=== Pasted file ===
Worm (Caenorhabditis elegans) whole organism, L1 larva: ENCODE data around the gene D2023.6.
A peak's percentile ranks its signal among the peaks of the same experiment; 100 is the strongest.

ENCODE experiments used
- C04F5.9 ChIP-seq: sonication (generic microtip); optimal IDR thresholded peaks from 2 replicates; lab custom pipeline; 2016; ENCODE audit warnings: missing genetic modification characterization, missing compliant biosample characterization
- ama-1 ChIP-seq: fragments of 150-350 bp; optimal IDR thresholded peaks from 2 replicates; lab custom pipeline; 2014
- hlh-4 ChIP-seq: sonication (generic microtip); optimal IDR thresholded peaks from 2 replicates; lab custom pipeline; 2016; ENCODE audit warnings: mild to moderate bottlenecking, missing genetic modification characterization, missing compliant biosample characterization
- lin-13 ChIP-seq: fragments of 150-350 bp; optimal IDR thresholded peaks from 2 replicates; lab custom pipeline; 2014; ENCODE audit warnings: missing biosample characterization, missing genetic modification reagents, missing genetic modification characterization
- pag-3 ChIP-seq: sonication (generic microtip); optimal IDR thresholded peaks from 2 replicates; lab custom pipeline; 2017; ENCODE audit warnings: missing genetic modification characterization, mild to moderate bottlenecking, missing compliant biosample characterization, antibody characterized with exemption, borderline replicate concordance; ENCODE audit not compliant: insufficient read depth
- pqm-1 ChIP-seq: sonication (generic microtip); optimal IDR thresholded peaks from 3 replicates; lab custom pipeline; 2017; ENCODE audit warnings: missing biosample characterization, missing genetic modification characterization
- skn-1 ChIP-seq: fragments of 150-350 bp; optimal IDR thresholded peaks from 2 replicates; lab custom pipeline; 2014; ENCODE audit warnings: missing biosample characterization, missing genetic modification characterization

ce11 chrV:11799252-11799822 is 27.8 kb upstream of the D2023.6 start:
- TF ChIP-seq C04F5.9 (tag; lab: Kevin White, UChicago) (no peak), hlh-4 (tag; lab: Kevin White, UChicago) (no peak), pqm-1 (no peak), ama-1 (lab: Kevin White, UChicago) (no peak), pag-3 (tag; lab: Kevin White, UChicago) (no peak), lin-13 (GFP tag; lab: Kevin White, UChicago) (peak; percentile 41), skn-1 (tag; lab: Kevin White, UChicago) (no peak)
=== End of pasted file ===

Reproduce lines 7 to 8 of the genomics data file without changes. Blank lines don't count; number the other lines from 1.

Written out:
- lin-13 ChIP-seq: fragments of 150-350 bp; optimal IDR thresholded peaks from 2 replicates; lab custom pipeline; 2014; ENCODE audit warnings: missing biosample characterization, missing genetic modification reagents, missing genetic modification characterization
- pag-3 ChIP-seq: sonication (generic microtip); optimal IDR thresholded peaks from 2 replicates; lab custom pipeline; 2017; ENCODE audit warnings: missing genetic modification characterization, mild to moderate bottlenecking, missing compliant biosample characterization, antibody characterized with exemption, borderline replicate concordance; ENCODE audit not compliant: insufficient read depth